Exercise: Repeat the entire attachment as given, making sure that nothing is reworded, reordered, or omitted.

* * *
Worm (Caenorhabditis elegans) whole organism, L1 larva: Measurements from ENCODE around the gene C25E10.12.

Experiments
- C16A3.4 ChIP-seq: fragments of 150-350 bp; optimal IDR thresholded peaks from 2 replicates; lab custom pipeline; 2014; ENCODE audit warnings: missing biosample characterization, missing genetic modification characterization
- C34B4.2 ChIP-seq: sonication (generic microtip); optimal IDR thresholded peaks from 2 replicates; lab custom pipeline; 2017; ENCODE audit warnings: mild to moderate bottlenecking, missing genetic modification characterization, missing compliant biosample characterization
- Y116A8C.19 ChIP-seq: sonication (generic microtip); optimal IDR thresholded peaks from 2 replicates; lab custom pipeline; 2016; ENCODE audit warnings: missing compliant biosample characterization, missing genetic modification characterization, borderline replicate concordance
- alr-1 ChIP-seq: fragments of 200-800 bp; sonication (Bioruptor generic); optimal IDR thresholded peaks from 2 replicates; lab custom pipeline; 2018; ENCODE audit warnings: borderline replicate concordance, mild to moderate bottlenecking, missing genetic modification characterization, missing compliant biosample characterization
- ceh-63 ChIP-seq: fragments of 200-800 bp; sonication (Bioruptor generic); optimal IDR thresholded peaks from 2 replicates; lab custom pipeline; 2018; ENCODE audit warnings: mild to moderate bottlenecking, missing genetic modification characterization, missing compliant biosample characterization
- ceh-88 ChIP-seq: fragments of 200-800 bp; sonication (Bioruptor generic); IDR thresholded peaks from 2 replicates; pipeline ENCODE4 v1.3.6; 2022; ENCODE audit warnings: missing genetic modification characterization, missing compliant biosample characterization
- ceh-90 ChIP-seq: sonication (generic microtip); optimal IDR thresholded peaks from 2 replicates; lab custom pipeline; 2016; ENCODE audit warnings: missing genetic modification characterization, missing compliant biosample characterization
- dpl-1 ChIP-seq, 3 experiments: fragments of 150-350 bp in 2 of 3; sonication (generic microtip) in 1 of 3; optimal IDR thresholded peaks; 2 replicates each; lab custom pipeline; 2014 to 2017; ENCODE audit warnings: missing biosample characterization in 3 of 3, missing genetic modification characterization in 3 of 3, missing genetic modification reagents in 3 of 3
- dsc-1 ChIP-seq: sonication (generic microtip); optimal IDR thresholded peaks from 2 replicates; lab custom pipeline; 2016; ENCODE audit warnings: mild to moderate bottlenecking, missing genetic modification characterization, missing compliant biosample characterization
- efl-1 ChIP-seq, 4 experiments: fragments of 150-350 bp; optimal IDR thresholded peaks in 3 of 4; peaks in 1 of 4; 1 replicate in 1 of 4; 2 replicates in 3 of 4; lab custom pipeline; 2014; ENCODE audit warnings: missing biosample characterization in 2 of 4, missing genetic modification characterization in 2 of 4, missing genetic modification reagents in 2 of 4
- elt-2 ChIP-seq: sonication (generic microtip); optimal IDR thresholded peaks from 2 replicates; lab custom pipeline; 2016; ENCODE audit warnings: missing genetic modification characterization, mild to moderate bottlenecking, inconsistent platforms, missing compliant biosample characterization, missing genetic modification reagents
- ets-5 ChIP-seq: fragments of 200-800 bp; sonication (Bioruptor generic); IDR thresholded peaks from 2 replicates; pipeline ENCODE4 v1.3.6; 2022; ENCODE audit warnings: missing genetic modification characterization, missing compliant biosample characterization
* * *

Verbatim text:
Worm (Caenorhabditis elegans) whole organism, L1 larva: Measurements from ENCODE around the gene C25E10.12.

Experiments
- C16A3.4 ChIP-seq: fragments of 150-350 bp; optimal IDR thresholded peaks from 2 replicates; lab custom pipeline; 2014; ENCODE audit warnings: missing biosample characterization, missing genetic modification characterization
- C34B4.2 ChIP-seq: sonication (generic microtip); optimal IDR thresholded peaks from 2 replicates; lab custom pipeline; 2017; ENCODE audit warnings: mild to moderate bottlenecking, missing genetic modification characterization, missing compliant biosample characterization
- Y116A8C.19 ChIP-seq: sonication (generic microtip); optimal IDR thresholded peaks from 2 replicates; lab custom pipeline; 2016; ENCODE audit warnings: missing compliant biosample characterization, missing genetic modification characterization, borderline replicate concordance
- alr-1 ChIP-seq: fragments of 200-800 bp; sonication (Bioruptor generic); optimal IDR thresholded peaks from 2 replicates; lab custom pipeline; 2018; ENCODE audit warnings: borderline replicate concordance, mild to moderate bottlenecking, missing genetic modification characterization, missing compliant biosample characterization
- ceh-63 ChIP-seq: fragments of 200-800 bp; sonication (Bioruptor generic); optimal IDR thresholded peaks from 2 replicates; lab custom pipeline; 2018; ENCODE audit warnings: mild to moderate bottlenecking, missing genetic modification characterization, missing compliant biosample characterization
- ceh-88 ChIP-seq: fragments of 200-800 bp; sonication (Bioruptor generic); IDR thresholded peaks from 2 replicates; pipeline ENCODE4 v1.3.6; 2022; ENCODE audit warnings: missing genetic modification characterization, missing compliant biosample characterization
- ceh-90 ChIP-seq: sonication (generic microtip); optimal IDR thresholded peaks from 2 replicates; lab custom pipeline; 2016; ENCODE audit warnings: missing genetic modification characterization, missing compliant biosample characterization
- dpl-1 ChIP-seq, 3 experiments: fragments of 150-350 bp in 2 of 3; sonication (generic microtip) in 1 of 3; optimal IDR thresholded peaks; 2 replicates each; lab custom pipeline; 2014 to 2017; ENCODE audit warnings: missing biosample characterization in 3 of 3, missing genetic modification characterization in 3 of 3, missing genetic modification reagents in 3 of 3
- dsc-1 ChIP-seq: sonication (generic microtip); optimal IDR thresholded peaks from 2 replicates; lab custom pipeline; 2016; ENCODE audit warnings: mild to moderate bottlenecking, missing genetic modification characterization, missing compliant biosample characterization
- efl-1 ChIP-seq, 4 experiments: fragments of 150-350 bp; optimal IDR thresholded peaks in 3 of 4; peaks in 1 of 4; 1 replicate in 1 of 4; 2 replicates in 3 of 4; lab custom pipeline; 2014; ENCODE audit warnings: missing biosample characterization in 2 of 4, missing genetic modification characterization in 2 of 4, missing genetic modification reagents in 2 of 4
- elt-2 ChIP-seq: sonication (generic microtip); optimal IDR thresholded peaks from 2 replicates; lab custom pipeline; 2016; ENCODE audit warnings: missing genetic modification characterization, mild to moderate bottlenecking, inconsistent platforms, missing compliant biosample characterization, missing genetic modification reagents
- ets-5 ChIP-seq: fragments of 200-800 bp; sonication (Bioruptor generic); IDR thresholded peaks from 2 replicates; pipeline ENCODE4 v1.3.6; 2022; ENCODE audit warnings: missing genetic modification characterization, missing compliant biosample characterization